In the middle of the biggest night of his coaching life, LaVell Edwards took a break.

At the 1984 Holiday Bowl, Edwards' No. 1-ranked Brigham Young football team was clinging to a 10-7 halftime lead over unranked Michigan, 30 minutes from staying in the national championship discussion.

So what did Edwards do after giving his team a few words of advice? He stepped back toward the field to watch the Michigan band.

"Their band is worth going to bowl games just to watch and listen to," Edwards recalled this week, 31 years later, as Michigan and BYU prepare to play today for the first time since that day. "I stopped at halftime and took a look at them."

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Though that was far from a classic U-M team, the school's prestige resonated with him.

The interlude didn't rattle his team, which fell behind in the third quarter, only to storm back for a 24-17 win.

Two weeks later, when Edwards was on the practice field leading up to coaching the East-West Shrine Game, a reporter told him his team was voted the national champion.

Despite boasting previous star quarterbacks in Jim McMahon, Steve Young and Marc Wilson and a future Heisman Trophy winner in Ty Detmer, having the title remains a unique legacy for Edwards and his off-the-radar program.

Over the years that followed, he kidded his good friend, then-Michigan coach Bo Schembechler, about helping BYU win the national title.

That must have rankled Schembechler, who wanted to redeem his 6-5 season and win that Holiday Bowl so badly, he privately threatened the unthinkable almost a month before that game, hoping to make his staff work harder and change something from the disastrous season.

The Sunday morning after the Ohio State game, a 21-6 loss, Schembechler was two hours late to his weekly staff meeting before storming in.

"He said, 'Men, this is perhaps the worst coaching job I have ever seen,' " then-U-M assistant Bob Thornbladh recalled this week. " 'I've done a bad job, but you are the worst coaches in America. I'll tell you what I'm going to do: I'm not going to fire one man in here. If this doesn't change, if we don't get this back on track, I'm going to retire and none of you will get a job. Because it's obvious, you're the worst coaches in America.' "

The door slammed and the coaches looked at each other. A few popped up and said they were going recruiting. Days later, Schembechler calmed down and told the coaches to embrace the players and get them ready for the bowl game. But his point was clear, they were going out there to win and "redeem" themselves, Thornbladh said.

The Wolverines headed to the bowl game as they had the second half of the season without sophomore quarterback Jim Harbaugh, out with a broken arm.

Somehow they were competitive even into the fourth quarter, despite getting outgained in total yards, 483-202.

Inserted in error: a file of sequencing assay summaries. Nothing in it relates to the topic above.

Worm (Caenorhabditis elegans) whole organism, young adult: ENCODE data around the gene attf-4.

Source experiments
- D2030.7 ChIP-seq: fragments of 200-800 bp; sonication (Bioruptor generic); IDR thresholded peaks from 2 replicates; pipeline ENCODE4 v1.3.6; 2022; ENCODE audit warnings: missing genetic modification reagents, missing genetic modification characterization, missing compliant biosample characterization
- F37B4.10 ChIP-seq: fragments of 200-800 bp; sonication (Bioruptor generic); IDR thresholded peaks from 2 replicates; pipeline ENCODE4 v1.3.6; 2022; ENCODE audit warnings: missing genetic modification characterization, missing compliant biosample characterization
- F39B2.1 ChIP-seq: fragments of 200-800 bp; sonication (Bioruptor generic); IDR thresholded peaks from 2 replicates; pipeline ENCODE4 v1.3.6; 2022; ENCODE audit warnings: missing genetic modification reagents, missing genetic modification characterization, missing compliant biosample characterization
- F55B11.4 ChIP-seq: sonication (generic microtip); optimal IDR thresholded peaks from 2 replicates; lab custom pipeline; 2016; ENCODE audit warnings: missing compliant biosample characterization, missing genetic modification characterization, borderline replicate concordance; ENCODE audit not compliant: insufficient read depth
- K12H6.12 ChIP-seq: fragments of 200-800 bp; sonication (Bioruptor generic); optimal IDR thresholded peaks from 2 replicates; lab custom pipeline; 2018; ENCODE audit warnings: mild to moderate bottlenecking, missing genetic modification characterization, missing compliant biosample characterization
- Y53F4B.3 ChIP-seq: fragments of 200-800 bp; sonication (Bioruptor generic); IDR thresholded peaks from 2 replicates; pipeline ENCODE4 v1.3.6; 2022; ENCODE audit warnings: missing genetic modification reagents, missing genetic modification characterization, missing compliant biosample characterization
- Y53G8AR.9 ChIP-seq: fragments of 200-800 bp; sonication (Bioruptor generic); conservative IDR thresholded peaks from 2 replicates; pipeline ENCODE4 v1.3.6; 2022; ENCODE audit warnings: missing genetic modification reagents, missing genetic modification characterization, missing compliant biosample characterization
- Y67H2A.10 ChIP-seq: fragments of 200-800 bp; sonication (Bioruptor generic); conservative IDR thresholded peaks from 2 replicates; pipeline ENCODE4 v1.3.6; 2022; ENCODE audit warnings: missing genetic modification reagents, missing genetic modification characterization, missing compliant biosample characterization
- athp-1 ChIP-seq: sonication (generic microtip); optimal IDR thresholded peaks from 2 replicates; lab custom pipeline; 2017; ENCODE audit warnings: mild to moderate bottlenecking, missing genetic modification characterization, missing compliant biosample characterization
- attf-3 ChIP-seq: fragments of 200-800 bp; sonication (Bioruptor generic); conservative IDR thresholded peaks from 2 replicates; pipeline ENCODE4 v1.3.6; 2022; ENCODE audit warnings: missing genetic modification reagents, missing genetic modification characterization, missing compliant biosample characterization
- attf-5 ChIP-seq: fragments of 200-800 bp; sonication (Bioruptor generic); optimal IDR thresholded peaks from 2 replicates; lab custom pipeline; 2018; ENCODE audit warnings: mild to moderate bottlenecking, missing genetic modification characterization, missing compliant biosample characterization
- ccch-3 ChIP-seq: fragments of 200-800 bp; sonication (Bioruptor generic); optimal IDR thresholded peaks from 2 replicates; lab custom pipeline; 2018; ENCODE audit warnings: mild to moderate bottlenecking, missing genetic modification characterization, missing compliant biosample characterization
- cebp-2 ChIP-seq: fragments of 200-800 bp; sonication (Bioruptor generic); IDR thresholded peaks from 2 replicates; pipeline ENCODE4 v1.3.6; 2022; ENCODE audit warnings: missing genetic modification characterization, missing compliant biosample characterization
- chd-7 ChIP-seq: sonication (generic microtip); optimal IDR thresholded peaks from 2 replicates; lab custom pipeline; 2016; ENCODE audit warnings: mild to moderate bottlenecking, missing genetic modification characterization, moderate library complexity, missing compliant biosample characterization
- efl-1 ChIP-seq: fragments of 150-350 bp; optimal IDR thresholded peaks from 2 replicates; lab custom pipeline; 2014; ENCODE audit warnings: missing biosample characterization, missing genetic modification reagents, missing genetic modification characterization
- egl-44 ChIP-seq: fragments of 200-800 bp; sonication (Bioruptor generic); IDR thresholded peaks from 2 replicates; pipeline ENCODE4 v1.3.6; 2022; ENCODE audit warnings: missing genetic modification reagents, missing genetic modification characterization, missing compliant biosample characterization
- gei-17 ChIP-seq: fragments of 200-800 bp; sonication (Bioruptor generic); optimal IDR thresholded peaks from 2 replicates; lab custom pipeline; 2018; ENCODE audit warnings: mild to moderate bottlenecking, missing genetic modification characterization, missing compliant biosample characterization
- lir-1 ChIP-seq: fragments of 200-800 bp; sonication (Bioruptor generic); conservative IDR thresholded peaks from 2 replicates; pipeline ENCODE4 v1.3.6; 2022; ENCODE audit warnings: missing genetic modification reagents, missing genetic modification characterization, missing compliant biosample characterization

Behind tailback Bob Perryman's 110 rushing yards -- quarterback Chris Zurbrugg passed for only 82 yards -- Michigan played inspired against the eventual national champions. The game was tied, 17-17, until 11/2 minutes remained.

Even though the Wolverines were clear underdogs and had been through a rough season, Edwards knew it wouldn't be easy.

"What I said was, 'Don't pay any attention to what their record is, just look at the fact that is Michigan, it's one of the proud programs in the country and those guys, they show up to play, they're going to play hard and they're going to come at you,' " Edwards said. "I said, 'Don't let that fool you.' "

What was referred to for years as Michigan's "losing season" -- at 6-6, it was the only one of Schembechler's 20 years with fewer than eight wins -- always drove him crazy.

Yet there was some inspiration as well.

For the previous decade, BYU had ushered in a new era of modern college football, an alternative to the wishbone that dominated the sport.

And while Edwards, who said he plans to attend today's game in Ann Arbor, had visited Michigan a few years earlier for a coaching clinic and was close with Schembechler for years before, U-M's philosophy began to shift after that loss to BYU.

U-M's passing yardage rose the next two seasons. In Harbaugh's senior year, 1986, he smashed the school record with 2,797 yards, a mark that stood more than a decade, until Tom Brady's 1998 and '99 teams broke it.

"Bo wasn't going to make wholesale changes, but when he saw what LaVell did ... after he saw his football, Bo was anxious to incorporate some of those things and utilize Jim Harbaugh," Thornbladh said.

The stakes will be different today, as an early-season nonconference game in which the teams have similar talent, more than a generation removed from the current players. But if he thinks it can help right a past injustice, Harbaugh will use it as fuel.

"I remember it," he said this week of that Holiday Bowl. "We lost, I remember that."

Just don't expect him to spend halftime watching the band.

This article was written by Mark Snyder from Detroit Free Press and was legally licensed through the NewsCred publisher network.

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